IRS Ruling - Deduction Of ISO 9001 and TS 16949 Implementation Costs

Marc

Hunkered Down for the Duration
Staff member
Admin
#1
I found this but couldn't find the info on the qualitytoday site. If anyone finds if, be kind and come back here and tell us where you found it.

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From: ISO Standards Discussion
Date: Mon, 10 Jan 2000 10:15:52 -0600
Subject: FYI: QA standards and IRS deductions /Bradley

Subject: FYI: QA standards and IRS deductions

Quality Today is publishing that the IRS is changing the rules for deducting certification costs. For more information, you can visit Quality Today's website at: **** DEAD LINK REMOVED **** I know this only affects the US participants, but it is a big enough thing, that I thought it should be published.

David Bradley
Michigan Manufacturing Technology Center
 
Elsmar Forum Sponsor

Marc

Hunkered Down for the Duration
Staff member
Admin
#2
IRS Deduction

Date 1/6/00

Business granted deduction for QA standards Businesses will gain a new tax deduction for the costs of meeting international quality standards under a ruling by the Internal Revenue Service, which reversed its previous position. The decision Thursday involves a series of quality guidelines known as ISO 9000 that businesses around the world use for goods and services. Companies get certified by the International Organization for Standardization by documenting their processes so all current and future employees will continue to meet the same standards.

The National Association of Manufacturers, the National Federation for Independent Business and other organizations petitioned the IRS in 1998 to permit companies to fully deduct the costs of gaining certification in a single year, instead of spreading the costs out over multiple years. Obtaining certification, the groups said in a joint letter, "can be both expensive and time consuming, particularly for small businesses." An average cost estimate was placed at $60,000.

The IRS ruling says that costs incurred by businesses to "obtain, maintain and renew" the certification will now be fully tax deductible in one year, except for certain long-term costs such as creation of a company manual.
 
L

Linda W

#4
I had this site saved in my "favorites" file in case I needed it.
**DEAD LINK REMOVED**
 

Marc

Hunkered Down for the Duration
Staff member
Admin
#5
IRS Deduction

I wonder where they got the $60,000 figure...

This is another one I'm wondering what the status is. Anyone seen or heard anything from your finance people about deductabiliy? I'd love to know how to really go about determining costs, especially in-house labour. Any thoughts, folks?
 
J

Jim Biz

#6
Our Finance group confirmed that we turned the information on the issue into our main tax accouting people... but as for how it was handled - how much was deducted - or how labour was factored in - I can't help.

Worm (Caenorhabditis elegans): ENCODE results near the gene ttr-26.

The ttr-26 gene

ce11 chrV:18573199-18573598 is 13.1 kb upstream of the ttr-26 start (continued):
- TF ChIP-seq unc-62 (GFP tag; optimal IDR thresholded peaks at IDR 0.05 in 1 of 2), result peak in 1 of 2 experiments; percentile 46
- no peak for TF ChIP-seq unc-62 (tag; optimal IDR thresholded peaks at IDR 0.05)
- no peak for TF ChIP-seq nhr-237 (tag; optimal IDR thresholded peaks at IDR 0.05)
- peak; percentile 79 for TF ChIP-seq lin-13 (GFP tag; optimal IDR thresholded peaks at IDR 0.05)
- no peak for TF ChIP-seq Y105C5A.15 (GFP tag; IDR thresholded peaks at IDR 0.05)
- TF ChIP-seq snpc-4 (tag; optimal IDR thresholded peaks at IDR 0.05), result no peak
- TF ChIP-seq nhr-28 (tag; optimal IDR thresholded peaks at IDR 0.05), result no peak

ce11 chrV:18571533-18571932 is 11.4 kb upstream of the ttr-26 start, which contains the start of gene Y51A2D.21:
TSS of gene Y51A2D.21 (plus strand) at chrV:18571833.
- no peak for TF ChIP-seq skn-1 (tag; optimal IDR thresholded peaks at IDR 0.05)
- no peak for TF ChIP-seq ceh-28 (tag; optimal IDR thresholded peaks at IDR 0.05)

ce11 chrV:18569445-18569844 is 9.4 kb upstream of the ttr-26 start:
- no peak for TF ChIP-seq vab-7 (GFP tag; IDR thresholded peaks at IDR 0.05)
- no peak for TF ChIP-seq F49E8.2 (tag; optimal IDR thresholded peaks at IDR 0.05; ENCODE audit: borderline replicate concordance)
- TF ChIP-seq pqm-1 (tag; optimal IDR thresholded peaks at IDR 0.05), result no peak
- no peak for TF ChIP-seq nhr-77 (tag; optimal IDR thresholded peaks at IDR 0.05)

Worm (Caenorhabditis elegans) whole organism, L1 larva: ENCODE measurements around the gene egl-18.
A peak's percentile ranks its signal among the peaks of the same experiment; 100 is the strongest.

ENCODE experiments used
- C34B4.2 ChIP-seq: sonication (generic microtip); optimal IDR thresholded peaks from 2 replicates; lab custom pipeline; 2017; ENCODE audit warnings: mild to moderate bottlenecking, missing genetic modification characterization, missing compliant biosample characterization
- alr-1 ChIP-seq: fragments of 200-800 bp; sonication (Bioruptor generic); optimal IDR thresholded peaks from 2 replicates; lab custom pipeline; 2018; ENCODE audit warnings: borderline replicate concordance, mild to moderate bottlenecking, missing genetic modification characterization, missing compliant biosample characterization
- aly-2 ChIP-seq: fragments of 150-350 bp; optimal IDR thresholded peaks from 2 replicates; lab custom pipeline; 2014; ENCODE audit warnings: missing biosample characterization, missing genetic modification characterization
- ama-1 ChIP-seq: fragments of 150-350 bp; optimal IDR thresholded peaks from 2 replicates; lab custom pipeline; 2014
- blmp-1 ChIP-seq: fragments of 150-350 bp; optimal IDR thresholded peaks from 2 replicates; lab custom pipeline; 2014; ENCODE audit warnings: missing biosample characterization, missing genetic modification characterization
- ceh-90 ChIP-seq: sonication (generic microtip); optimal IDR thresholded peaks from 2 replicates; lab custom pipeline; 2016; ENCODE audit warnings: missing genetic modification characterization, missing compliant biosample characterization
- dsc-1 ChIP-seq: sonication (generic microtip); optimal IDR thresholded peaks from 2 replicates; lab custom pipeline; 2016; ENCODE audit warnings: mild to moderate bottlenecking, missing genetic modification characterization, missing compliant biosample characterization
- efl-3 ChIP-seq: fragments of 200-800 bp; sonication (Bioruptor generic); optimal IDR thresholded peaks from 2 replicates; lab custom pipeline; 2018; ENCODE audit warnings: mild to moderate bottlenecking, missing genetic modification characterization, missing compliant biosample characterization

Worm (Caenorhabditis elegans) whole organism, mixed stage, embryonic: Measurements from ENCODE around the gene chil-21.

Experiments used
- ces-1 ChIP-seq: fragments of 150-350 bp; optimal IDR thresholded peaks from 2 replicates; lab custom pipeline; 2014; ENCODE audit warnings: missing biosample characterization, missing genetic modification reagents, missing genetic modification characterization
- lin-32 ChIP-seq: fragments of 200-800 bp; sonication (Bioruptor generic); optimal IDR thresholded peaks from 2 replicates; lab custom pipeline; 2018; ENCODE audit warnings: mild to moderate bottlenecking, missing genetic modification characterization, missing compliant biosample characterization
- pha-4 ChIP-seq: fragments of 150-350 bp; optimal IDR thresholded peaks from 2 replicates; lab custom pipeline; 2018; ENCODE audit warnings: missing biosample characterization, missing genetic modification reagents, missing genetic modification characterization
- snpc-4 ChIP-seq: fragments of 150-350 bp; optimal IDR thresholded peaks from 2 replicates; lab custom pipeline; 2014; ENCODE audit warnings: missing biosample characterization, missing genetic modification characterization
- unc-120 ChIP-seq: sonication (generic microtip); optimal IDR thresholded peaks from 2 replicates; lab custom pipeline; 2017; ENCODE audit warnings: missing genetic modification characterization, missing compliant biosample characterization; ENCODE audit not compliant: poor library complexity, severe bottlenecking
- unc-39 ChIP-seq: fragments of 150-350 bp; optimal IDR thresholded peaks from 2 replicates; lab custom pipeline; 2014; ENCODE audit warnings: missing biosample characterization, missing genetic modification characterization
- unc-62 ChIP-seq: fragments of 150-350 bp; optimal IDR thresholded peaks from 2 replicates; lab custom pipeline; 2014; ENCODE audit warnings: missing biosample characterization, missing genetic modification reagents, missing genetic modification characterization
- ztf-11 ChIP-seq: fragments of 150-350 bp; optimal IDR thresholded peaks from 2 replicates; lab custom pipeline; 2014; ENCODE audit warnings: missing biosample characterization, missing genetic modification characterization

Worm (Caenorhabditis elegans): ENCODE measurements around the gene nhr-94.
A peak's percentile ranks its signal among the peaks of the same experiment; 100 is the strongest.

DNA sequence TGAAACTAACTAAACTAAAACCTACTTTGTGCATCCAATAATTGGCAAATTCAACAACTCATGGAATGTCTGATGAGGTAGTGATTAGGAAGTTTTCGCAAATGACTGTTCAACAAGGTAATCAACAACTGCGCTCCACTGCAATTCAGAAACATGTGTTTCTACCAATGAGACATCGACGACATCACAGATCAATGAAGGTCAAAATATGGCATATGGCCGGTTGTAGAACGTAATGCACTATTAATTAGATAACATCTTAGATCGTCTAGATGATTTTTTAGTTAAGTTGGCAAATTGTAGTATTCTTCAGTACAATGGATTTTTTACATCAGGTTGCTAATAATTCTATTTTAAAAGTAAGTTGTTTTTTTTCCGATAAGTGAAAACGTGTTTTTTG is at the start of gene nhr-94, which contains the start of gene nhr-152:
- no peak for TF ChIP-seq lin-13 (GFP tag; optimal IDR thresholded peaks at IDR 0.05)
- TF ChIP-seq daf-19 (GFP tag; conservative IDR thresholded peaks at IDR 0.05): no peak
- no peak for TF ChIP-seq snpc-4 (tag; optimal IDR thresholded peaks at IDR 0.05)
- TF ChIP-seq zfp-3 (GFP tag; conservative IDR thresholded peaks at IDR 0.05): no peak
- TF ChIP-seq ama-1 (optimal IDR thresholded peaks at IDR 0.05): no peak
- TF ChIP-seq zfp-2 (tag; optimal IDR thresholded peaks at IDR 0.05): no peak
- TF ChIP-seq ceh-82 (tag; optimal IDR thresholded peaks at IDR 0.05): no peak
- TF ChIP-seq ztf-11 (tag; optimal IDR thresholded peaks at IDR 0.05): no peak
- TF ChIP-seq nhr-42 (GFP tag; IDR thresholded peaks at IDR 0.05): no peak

gpainter

Quite Involved in Discussions
#7
26 CFR1.162-1 Business Expenses

This rule can be found in 26 CFR1.162-1 : Business Expenses. Rev. RUL. 2000-4.

You can also call Kim Koch at the Office of Assistant Chief Counsel (Income Tax and Accounting) regarding this revenue ruling at 202-622-4950
 
H

hrrvett

#8
This is the latest information that I have run across. Sorry if this is duplicate information. Ultimately, it says that monies expensed for certification can be deducted. (not sure if employee hours can be justified or just the certification fees for the registrar) There are no forms - just the act of remembering to deduct these fees during tax season.

I hope this helps! :)

It can be found in the IRS regulations under 26 CFR Part 1.263(a)-4 and example 4 under that heading. I am attempting to attach a file and have included the text below for convenience.

(4) Certain memberships and privileges—(
i) In general. A taxpayer must
capitalize amounts paid to an organization
to obtain, renew, renegotiate, or
upgrade a membership or privilege
from that organization. A taxpayer is
not required to capitalize under this
paragraph (d)(4) an amount paid to obtain,
renew, renegotiate or upgrade
certification of the taxpayer’s products,
services, or business processes.
(ii) Examples. The following examples
illustrate the rules of this paragraph
(d)(4):

Example 4. Business process certification. Z
corporation, a manufacturer, seeks to obtain
a certification that its quality control standards
meet a series of international standards
known as ISO 9000. Z pays $50,000 to an independent
registrar to obtain a certification
from the registrar that Z’s quality management
system conforms to the ISO 9000 standard.
Z’s payment is an amount paid to obtain
a certification of Z’s business processes and
is not required to be capitalized under this
paragraph (d)(4).
 

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